The Scottish Labour Party has always failed to deliver on its rhetoric claiming to represent the less well off. The party has more represented the interests of public sector professionals and a slice of their counterparts in the private sector, rather than bus drivers, cleaners, the unemployed. And its record over decades of hegemony in the GCC is a rather shameful one, consigning the city to life under the twin blights of neglect and corruption, especially with regard to Glasgow’s built heritage.
In Glasgow and the wider nation, the SNP has now been in charge for a sizeable amount of time, and can no longer point at past failings of other parties as an excuse for outcomes today. They share the general political distrust of pub-goers and pub and club operators, and may indeed feel it even more keenly, given the deep strain of puritanism and self-righteousness embedded in their DNA.
And a recent announcement that they have commissioned a Stirling University-led study into how pubs in Scotland could open has raised fears amongst industry insiders that this academic-led work is designed to achieve the exact opposite, namely keeping pubs shut for as long as possible, not as long as is necessary.
There has been talk of the first bar reopenings comprising of outdoor service only, but this will surely require councils to ease their draconian policies affecting outdoor drinking. Going by previous actions of GCC, this kind of flexibility seems unlikely, killing stone dead any early hope of even limited trading.
Indeed, it is suspected, if council offshoot City Building has its way, the eventual closure of pubs such as The Old College Bar and The Black Bull will be welcomed, allowing them even more scope to facilitate developers’ greedy plans for more and more identikit blocks of student flats.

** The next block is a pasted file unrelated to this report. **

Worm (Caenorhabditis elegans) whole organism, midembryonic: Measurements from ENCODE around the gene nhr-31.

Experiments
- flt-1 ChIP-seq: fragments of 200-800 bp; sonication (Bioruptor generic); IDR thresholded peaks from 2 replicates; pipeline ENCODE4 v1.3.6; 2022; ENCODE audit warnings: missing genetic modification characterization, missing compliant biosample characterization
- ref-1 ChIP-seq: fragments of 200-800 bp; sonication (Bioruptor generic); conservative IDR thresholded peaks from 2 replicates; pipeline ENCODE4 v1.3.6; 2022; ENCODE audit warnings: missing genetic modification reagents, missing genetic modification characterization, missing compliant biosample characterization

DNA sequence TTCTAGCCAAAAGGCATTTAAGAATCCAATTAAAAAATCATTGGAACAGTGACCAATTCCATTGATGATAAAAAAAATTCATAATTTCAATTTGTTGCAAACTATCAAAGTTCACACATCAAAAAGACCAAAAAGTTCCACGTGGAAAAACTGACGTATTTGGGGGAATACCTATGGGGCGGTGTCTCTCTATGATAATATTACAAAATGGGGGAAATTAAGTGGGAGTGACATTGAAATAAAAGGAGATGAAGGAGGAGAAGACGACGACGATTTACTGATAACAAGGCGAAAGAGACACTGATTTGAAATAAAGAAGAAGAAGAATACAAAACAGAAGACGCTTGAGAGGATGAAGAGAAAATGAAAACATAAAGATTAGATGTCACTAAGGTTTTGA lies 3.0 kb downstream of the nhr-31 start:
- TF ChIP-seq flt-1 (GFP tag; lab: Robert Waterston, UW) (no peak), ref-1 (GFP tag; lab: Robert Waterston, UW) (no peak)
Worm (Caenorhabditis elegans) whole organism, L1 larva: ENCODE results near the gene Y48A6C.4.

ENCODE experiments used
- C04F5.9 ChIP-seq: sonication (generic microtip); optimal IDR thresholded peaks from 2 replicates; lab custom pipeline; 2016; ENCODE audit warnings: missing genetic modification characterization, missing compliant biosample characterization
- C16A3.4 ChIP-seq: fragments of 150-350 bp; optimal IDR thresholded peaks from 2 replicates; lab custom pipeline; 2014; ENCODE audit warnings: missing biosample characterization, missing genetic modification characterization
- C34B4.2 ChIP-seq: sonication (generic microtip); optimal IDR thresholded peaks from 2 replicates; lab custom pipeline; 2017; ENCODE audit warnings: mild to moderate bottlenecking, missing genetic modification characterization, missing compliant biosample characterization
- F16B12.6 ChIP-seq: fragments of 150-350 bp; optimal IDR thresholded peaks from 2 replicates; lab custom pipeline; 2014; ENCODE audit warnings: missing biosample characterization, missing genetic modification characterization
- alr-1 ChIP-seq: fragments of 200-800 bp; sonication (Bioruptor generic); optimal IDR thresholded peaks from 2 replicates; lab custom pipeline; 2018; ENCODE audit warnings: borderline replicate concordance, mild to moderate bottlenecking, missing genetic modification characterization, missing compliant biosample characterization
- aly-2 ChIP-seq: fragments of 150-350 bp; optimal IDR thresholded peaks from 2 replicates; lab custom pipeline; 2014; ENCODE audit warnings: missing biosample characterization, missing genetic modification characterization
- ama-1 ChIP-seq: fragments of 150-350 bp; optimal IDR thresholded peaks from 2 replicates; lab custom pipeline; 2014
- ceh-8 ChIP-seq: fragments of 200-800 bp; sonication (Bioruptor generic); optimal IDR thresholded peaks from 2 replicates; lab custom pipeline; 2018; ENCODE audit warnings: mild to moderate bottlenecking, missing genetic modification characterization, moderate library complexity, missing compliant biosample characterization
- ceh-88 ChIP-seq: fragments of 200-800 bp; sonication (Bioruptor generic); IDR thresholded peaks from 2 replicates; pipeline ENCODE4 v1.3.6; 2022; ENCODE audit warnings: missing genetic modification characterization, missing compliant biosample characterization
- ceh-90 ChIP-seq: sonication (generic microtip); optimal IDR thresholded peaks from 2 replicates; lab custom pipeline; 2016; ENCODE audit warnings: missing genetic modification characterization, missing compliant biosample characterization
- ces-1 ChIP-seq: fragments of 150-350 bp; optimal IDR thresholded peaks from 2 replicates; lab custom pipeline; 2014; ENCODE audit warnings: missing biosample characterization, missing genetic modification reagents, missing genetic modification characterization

No, the prognosis for the bar, club, hotel trade is not at all good (I claim the prize for the understatement of the decade) and pub lovers – whether punters or licensees – are on their own. Don’t expect any help from politicians, Twitter’s circuits of self-congratulation, the Edinburgh-based lobbyists, and most academics. The only way they will bend is under sustained pressure.
My prediction – and I fervently hope to be wrong - is that, as bars across Europe gradually open their doors again, those in Scotland will be at least 3-4 months behind, and probably the last in Europe to reopen. And with restricted trading likely to continue for a while after that, a reasonable estimate is that more than half of Glasgow and Scottish licensed premises will be gone for good by the end of 2021.
Pessimistic maybe, but that is where the present evidence points. Who knows how long Davy will be standing at his window?